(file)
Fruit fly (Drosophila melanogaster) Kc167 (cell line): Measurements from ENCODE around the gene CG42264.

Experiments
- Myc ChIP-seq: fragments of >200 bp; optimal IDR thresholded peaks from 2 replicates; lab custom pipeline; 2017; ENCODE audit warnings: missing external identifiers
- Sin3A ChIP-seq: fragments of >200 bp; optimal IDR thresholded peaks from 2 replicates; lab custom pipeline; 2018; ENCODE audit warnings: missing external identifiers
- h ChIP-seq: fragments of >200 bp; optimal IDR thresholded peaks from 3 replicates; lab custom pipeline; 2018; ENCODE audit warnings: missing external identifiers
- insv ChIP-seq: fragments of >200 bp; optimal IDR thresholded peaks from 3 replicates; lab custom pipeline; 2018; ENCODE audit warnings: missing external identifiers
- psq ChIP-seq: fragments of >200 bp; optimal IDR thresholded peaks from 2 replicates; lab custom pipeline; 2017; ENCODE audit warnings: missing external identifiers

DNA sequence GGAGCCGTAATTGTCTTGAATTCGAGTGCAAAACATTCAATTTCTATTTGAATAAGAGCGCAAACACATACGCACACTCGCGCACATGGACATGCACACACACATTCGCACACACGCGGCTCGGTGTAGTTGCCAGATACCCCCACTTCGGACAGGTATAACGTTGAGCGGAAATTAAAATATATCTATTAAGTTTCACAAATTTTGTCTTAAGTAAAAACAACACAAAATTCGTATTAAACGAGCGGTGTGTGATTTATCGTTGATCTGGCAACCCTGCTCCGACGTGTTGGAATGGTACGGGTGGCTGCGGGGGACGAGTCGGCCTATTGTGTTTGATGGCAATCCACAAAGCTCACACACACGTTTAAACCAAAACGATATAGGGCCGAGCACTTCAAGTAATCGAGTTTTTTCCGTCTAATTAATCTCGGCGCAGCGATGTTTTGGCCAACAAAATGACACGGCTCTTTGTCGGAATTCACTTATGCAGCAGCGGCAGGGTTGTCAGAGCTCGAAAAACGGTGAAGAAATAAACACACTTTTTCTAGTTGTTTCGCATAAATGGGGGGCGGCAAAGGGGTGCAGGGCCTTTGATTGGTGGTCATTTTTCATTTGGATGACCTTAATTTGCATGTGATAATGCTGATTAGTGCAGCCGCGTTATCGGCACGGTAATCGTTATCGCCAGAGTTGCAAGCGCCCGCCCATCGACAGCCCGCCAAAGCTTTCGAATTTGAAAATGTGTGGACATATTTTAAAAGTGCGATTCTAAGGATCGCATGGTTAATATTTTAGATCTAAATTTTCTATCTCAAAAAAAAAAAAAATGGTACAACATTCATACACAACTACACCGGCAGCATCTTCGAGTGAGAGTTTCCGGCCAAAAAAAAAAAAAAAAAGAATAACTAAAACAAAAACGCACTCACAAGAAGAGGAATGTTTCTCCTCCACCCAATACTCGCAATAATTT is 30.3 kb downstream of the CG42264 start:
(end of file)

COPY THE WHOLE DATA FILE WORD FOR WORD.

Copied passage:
Fruit fly (Drosophila melanogaster) Kc167 (cell line): Measurements from ENCODE around the gene CG42264.

Experiments
- Myc ChIP-seq: fragments of >200 bp; optimal IDR thresholded peaks from 2 replicates; lab custom pipeline; 2017; ENCODE audit warnings: missing external identifiers
- Sin3A ChIP-seq: fragments of >200 bp; optimal IDR thresholded peaks from 2 replicates; lab custom pipeline; 2018; ENCODE audit warnings: missing external identifiers
- h ChIP-seq: fragments of >200 bp; optimal IDR thresholded peaks from 3 replicates; lab custom pipeline; 2018; ENCODE audit warnings: missing external identifiers
- insv ChIP-seq: fragments of >200 bp; optimal IDR thresholded peaks from 3 replicates; lab custom pipeline; 2018; ENCODE audit warnings: missing external identifiers
- psq ChIP-seq: fragments of >200 bp; optimal IDR thresholded peaks from 2 replicates; lab custom pipeline; 2017; ENCODE audit warnings: missing external identifiers

DNA sequence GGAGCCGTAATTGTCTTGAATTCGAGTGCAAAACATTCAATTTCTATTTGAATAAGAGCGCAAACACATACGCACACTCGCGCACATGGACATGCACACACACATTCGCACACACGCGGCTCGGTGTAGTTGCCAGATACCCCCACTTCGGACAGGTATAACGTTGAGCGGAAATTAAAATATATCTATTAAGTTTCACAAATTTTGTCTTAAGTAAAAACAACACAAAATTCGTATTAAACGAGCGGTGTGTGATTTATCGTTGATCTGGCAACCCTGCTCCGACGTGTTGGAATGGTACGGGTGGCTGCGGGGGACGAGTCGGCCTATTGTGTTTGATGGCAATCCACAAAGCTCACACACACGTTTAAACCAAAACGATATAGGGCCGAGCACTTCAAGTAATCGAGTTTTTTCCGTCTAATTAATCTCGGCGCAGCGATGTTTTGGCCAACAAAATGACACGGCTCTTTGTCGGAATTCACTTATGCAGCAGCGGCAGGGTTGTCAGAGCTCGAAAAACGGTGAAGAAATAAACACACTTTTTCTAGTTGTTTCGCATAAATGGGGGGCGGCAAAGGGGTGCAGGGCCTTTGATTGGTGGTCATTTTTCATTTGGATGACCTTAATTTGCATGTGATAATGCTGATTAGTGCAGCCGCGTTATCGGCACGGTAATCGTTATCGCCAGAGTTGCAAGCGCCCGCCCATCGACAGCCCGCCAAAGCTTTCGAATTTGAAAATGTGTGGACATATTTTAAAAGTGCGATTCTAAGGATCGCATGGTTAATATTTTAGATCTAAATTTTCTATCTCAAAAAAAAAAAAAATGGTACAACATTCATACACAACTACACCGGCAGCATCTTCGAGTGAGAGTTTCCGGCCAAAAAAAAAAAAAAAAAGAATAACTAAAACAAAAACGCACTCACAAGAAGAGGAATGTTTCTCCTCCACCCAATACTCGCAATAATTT is 30.3 kb downstream of the CG42264 start: